School staff will be returning to work as planned on January 3 & 4 to help prepare for the return of students and implementing the enhanced precautions. Some support staff will be needed to provide supports for students during the delayed full return to school. Wages will continue for all staff during this delayed return to classes. CUPE is advocating for wage continuity for all K-12 support staff in the case of any other school closures.

CUPE has been meeting regularly with the Ministry of Education and other K-12 system stakeholders over the holiday break and has offered several priority recommendations to protect school district staff, students, and communities. These recommendations include:

Rapid tests should be made widely available to staff, students, and their families at no cost.

K-12 staff should be prioritized for booster shots to ensure maximum possible immunity levels in the K-12 sector.

Respirator-style masks – ideally N95s – should be provided to staff and students. CUPE also supports increasing education efforts on the importance of wearing masks, and the proper use of well-fitted, high quality, Canadian manufactured respirator-style masks.

Daytime custodial services be utilized for twice daily cleaning of frequently touched surfaces, including at least once during school hours.

Support for improved ventilation in school district buildings. In situations where mechanical HVAC or open windows are not feasible (particularly in winter), portable HEPA filters in classrooms and other school spaces to ensure maximum air filtration.

CUPE believes these precautions are necessary to keep our schools clean and healthy. If implemented they will help keep all learning environments open and accessible, while offering the highest protections for students and staff.

K-12 support staff do vital work with students, many of whom have unique needs that require face-to-face interaction. Others work closely with vulnerable students that require special supports that can’t be provided online. Much of the work done by school support staff must be done in close contact. It is extremely important that we take all necessary safety measures to keep learning environments open and accessible for students, families, and communities.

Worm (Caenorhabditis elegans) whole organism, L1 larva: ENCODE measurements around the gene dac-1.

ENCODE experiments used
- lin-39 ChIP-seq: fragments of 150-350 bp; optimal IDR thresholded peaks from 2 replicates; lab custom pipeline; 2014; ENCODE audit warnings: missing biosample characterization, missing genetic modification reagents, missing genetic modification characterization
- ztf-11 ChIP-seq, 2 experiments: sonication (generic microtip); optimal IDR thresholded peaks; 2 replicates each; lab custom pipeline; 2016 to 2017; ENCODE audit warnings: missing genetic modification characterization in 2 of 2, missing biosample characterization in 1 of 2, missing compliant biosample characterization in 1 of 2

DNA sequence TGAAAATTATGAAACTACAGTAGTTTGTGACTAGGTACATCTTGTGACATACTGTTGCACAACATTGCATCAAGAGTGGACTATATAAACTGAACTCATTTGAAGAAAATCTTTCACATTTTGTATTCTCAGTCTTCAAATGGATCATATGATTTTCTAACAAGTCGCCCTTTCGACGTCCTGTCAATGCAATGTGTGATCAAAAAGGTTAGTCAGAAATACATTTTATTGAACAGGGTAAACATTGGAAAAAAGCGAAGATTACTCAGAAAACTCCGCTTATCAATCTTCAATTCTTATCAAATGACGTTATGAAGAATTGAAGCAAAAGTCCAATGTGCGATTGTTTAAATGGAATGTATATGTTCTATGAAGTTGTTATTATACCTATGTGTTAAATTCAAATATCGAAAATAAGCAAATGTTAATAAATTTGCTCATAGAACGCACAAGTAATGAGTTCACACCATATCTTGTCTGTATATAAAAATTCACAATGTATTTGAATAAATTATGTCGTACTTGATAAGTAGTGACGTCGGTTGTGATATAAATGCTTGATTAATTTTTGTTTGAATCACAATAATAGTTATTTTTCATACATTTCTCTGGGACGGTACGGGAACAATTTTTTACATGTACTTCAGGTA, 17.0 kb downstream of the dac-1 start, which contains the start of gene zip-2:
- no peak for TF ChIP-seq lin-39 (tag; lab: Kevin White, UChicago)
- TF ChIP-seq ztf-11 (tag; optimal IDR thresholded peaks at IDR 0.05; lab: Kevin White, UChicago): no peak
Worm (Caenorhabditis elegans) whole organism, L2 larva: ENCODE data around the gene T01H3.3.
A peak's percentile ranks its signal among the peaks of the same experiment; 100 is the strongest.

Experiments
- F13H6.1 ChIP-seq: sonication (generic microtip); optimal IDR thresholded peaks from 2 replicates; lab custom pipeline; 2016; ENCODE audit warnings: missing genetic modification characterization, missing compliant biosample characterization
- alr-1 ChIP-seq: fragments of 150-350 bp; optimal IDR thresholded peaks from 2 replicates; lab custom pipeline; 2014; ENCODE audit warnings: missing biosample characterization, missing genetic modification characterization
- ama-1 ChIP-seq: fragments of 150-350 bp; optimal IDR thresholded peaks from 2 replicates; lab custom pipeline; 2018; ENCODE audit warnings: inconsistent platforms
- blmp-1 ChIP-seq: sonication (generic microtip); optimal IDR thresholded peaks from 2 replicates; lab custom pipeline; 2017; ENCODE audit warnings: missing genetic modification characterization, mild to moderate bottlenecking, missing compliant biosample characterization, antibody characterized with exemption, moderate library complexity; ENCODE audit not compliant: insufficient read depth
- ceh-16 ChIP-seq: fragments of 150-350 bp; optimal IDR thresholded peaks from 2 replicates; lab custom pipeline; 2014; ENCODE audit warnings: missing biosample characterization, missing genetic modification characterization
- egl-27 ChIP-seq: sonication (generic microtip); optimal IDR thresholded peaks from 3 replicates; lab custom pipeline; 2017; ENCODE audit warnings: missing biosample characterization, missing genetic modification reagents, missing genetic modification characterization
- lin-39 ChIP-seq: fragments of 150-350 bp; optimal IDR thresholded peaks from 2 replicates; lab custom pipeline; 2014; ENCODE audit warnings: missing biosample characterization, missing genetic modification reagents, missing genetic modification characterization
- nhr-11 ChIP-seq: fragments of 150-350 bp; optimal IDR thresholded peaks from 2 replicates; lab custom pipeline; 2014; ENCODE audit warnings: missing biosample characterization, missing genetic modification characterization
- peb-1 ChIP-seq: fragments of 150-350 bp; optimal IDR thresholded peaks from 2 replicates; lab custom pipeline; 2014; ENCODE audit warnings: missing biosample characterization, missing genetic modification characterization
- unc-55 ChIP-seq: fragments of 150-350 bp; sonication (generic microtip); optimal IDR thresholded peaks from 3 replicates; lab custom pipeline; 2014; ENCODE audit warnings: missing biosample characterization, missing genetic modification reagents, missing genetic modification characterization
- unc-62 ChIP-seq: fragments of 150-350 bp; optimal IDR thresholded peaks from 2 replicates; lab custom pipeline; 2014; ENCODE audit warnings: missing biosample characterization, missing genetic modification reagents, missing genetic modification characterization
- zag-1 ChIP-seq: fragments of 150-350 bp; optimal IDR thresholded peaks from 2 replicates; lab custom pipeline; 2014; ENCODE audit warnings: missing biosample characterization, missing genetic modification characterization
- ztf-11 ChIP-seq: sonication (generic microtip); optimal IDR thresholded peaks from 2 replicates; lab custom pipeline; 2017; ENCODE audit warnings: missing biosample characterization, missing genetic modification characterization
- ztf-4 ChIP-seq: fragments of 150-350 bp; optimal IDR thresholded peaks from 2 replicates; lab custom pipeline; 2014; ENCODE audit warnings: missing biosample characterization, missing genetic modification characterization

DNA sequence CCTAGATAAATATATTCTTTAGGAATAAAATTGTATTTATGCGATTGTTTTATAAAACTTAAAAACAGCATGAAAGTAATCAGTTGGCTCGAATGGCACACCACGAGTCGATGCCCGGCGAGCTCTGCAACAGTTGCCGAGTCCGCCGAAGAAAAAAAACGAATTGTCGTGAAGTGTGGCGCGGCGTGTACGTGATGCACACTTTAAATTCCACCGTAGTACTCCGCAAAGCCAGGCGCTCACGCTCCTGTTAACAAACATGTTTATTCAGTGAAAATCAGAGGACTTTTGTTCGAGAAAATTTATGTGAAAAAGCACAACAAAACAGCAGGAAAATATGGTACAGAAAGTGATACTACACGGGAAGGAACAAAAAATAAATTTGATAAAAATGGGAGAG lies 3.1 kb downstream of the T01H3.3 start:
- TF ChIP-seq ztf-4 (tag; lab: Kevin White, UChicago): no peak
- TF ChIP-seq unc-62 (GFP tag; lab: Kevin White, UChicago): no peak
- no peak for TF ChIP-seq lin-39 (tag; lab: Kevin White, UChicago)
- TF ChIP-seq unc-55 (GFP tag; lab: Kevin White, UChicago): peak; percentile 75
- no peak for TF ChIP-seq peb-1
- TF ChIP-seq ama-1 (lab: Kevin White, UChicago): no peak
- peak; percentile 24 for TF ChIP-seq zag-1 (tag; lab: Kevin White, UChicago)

The COVID-19 Omicron variant has made this already stressful pandemic even more challenging. This public health crisis continues to evolve at a very quick pace. CUPE and the K-12 President Council Executive remains in close contact with the Ministry of Education as the situation unfolds and return to schools are developed and implemented.

READ Press Release: CUPE BC welcomes one-week delay to in-classroom education in K-12, urges additional safety measures

View PDF.

 

 

Bulletin – Important update on COVID asymptomatic self-isolation leaves in K-12 sector

Public health has recently removed the requirement to self-isolate after an exposure for those who have been fully vaccinated. As a result, BCPSEA has just advised the K-12 Presidents Council that the without prejudice and without precedent general paid leave previously available for asymptomatic staff members who are required to isolate due to a COVID-19 exposure will be ending as of December 31, 2021, subject to the following conditions:

The general paid leave is being discontinued for employees who can be vaccinated but have chosen not to receive the vaccination. After January 1, 2022, an unvaccinated asymptomatic employee who is required to isolate because they have been exposed to COVID-19 will be placed on an unpaid leave of absence.

An employee who has medical documentation from a practitioner substantiating a medical exemption from vaccination, as recognized by the Provincial Health Officer as being a contraindication to receiving the COVID-19 vaccine, would still be eligible for the paid leave.

Employees who have not received the COVID-19 vaccine due to a reason other than a medical condition, that they believe would otherwise entitle them to an accommodation under the Human Rights Code of British Columbia, may be asked for additional information to substantiate that request to be eligible for the paid leave.

Please contact your National Representative if you have any further questions regarding this matter.

View PDF.